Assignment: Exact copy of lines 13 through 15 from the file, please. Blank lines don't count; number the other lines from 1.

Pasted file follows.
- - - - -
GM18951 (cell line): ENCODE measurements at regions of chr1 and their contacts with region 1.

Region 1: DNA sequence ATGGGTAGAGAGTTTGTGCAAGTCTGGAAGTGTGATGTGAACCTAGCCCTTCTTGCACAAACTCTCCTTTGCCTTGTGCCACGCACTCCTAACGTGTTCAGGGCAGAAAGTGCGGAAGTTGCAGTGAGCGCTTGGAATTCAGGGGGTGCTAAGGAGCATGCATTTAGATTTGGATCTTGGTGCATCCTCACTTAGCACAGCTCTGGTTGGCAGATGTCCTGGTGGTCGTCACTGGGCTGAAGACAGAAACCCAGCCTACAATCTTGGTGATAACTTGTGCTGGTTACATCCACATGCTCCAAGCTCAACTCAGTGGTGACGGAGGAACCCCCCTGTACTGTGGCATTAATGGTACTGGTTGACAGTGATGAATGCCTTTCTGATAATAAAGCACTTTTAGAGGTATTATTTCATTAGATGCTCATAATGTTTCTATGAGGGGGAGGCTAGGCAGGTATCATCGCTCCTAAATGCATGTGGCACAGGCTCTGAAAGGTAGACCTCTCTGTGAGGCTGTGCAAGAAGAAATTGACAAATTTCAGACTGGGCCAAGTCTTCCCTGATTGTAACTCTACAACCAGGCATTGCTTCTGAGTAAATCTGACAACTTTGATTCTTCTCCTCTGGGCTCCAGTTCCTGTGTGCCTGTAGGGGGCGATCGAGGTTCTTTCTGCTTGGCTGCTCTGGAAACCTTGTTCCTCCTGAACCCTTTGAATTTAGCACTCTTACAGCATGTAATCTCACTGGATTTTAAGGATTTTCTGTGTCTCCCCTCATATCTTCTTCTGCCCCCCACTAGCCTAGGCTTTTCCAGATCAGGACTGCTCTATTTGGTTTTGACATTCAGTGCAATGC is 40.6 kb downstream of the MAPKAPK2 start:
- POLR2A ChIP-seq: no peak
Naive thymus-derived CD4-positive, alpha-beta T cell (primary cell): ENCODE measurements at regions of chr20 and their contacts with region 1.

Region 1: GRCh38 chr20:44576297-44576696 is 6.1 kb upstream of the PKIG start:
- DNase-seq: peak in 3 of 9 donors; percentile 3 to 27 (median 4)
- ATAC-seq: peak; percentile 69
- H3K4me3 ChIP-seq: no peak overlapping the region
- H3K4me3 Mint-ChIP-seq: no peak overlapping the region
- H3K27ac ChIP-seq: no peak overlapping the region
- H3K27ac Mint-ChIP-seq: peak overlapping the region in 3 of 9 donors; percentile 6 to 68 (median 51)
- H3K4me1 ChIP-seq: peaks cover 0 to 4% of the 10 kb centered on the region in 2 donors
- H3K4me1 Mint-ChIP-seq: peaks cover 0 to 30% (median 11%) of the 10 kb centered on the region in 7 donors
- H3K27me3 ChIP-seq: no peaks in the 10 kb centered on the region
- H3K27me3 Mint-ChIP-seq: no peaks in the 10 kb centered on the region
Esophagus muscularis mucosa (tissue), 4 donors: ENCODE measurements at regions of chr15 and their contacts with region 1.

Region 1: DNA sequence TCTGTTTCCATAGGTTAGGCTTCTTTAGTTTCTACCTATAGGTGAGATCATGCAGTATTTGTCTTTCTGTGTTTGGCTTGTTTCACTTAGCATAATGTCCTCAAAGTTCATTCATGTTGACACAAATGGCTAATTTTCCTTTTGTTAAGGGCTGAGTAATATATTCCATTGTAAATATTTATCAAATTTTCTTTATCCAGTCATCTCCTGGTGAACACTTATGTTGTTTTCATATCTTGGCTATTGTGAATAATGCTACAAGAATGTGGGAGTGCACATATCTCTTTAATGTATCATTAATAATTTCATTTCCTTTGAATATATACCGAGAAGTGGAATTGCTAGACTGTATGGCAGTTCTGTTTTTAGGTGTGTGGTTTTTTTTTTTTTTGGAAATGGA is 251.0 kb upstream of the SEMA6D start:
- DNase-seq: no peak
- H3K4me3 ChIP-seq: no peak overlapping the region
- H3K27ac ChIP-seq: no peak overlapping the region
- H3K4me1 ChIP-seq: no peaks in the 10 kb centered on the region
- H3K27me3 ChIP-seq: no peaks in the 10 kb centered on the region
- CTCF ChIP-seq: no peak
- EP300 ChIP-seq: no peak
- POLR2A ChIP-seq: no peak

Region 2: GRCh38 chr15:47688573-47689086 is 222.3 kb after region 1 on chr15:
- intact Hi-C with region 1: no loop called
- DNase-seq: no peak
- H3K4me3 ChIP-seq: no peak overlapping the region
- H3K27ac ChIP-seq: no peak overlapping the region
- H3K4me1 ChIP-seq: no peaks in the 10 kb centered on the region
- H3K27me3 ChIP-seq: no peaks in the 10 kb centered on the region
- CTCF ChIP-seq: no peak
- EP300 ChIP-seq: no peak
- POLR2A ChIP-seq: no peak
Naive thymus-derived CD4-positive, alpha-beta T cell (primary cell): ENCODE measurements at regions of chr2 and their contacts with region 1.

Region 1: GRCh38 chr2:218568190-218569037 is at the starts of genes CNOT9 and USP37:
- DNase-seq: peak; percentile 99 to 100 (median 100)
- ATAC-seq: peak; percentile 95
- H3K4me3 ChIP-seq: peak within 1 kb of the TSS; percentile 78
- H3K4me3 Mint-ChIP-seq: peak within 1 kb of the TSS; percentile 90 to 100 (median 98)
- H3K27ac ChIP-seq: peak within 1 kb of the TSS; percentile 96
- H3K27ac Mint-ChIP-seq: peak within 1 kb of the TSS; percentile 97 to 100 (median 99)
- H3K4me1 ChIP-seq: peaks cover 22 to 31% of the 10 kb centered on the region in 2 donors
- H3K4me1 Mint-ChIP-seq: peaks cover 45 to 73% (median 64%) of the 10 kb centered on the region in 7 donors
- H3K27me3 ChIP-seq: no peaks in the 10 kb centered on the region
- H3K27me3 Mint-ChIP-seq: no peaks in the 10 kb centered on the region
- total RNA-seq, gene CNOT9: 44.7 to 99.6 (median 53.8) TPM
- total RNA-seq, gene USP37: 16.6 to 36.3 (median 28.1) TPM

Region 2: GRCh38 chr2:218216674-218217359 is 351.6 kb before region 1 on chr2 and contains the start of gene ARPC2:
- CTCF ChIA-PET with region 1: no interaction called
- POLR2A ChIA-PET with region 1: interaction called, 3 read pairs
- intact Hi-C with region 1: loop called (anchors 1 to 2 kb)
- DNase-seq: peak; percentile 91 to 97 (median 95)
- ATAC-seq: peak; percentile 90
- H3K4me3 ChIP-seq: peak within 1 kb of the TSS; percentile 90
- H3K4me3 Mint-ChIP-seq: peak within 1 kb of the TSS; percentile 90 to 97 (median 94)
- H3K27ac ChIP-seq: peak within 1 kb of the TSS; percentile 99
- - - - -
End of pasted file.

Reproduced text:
- H3K4me1 Mint-ChIP-seq: peaks cover 0 to 30% (median 11%) of the 10 kb centered on the region in 7 donors
- H3K27me3 ChIP-seq: no peaks in the 10 kb centered on the region
- H3K27me3 Mint-ChIP-seq: no peaks in the 10 kb centered on the region